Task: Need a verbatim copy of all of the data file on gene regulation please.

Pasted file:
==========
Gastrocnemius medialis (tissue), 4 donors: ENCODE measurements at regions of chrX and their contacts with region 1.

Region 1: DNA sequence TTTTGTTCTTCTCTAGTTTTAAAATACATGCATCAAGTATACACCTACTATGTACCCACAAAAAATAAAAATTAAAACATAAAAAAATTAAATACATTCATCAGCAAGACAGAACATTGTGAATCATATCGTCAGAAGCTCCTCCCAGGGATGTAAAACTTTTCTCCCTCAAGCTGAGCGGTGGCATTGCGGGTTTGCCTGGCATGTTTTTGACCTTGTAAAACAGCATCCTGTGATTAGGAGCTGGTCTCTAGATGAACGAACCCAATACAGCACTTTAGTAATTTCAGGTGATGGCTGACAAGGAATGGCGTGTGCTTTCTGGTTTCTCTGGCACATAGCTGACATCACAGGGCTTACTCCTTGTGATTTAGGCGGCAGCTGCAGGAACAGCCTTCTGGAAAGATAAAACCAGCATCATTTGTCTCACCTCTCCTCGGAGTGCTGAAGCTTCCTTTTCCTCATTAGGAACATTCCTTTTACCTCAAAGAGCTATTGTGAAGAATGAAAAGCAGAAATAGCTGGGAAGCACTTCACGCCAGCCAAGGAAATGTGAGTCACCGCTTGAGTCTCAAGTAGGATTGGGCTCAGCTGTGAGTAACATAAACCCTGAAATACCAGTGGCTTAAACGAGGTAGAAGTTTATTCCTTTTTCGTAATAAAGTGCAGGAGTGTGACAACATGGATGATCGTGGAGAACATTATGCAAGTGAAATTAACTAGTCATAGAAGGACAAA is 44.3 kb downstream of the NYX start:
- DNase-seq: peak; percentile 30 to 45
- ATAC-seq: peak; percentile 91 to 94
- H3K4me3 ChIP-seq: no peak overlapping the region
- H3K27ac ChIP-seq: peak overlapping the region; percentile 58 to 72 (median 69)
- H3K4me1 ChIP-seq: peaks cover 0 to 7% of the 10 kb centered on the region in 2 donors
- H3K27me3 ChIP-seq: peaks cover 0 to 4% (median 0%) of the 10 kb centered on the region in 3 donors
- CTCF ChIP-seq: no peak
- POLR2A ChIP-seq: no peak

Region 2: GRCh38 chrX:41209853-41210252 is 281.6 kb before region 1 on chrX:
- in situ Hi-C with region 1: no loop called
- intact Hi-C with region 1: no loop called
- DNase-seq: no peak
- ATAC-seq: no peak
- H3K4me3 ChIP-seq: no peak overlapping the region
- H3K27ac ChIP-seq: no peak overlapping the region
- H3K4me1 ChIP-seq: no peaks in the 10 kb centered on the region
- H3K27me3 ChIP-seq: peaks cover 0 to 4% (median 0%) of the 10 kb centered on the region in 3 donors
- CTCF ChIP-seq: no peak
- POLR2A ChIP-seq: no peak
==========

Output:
Gastrocnemius medialis (tissue), 4 donors: ENCODE measurements at regions of chrX and their contacts with region 1.

Region 1: DNA sequence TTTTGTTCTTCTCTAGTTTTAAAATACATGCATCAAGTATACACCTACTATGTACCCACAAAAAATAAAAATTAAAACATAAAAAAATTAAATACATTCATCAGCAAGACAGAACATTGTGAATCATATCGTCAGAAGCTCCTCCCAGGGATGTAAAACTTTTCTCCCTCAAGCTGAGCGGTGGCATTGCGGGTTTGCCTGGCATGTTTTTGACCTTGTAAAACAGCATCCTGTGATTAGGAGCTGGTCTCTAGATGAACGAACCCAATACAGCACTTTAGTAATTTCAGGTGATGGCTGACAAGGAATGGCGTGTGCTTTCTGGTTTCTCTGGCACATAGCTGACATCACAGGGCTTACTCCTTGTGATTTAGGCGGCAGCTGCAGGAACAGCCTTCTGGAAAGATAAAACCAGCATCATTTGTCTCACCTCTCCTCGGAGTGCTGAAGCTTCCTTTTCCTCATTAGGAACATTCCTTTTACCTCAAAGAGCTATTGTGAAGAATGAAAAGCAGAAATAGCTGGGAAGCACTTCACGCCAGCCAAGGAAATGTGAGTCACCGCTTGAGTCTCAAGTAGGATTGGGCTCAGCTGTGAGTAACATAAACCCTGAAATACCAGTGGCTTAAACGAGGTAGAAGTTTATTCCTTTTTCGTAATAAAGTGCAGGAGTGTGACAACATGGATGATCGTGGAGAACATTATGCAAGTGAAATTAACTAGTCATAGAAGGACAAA is 44.3 kb downstream of the NYX start:
- DNase-seq: peak; percentile 30 to 45
- ATAC-seq: peak; percentile 91 to 94
- H3K4me3 ChIP-seq: no peak overlapping the region
- H3K27ac ChIP-seq: peak overlapping the region; percentile 58 to 72 (median 69)
- H3K4me1 ChIP-seq: peaks cover 0 to 7% of the 10 kb centered on the region in 2 donors
- H3K27me3 ChIP-seq: peaks cover 0 to 4% (median 0%) of the 10 kb centered on the region in 3 donors
- CTCF ChIP-seq: no peak
- POLR2A ChIP-seq: no peak

Region 2: GRCh38 chrX:41209853-41210252 is 281.6 kb before region 1 on chrX:
- in situ Hi-C with region 1: no loop called
- intact Hi-C with region 1: no loop called
- DNase-seq: no peak
- ATAC-seq: no peak
- H3K4me3 ChIP-seq: no peak overlapping the region
- H3K27ac ChIP-seq: no peak overlapping the region
- H3K4me1 ChIP-seq: no peaks in the 10 kb centered on the region
- H3K27me3 ChIP-seq: peaks cover 0 to 4% (median 0%) of the 10 kb centered on the region in 3 donors
- CTCF ChIP-seq: no peak
- POLR2A ChIP-seq: no peak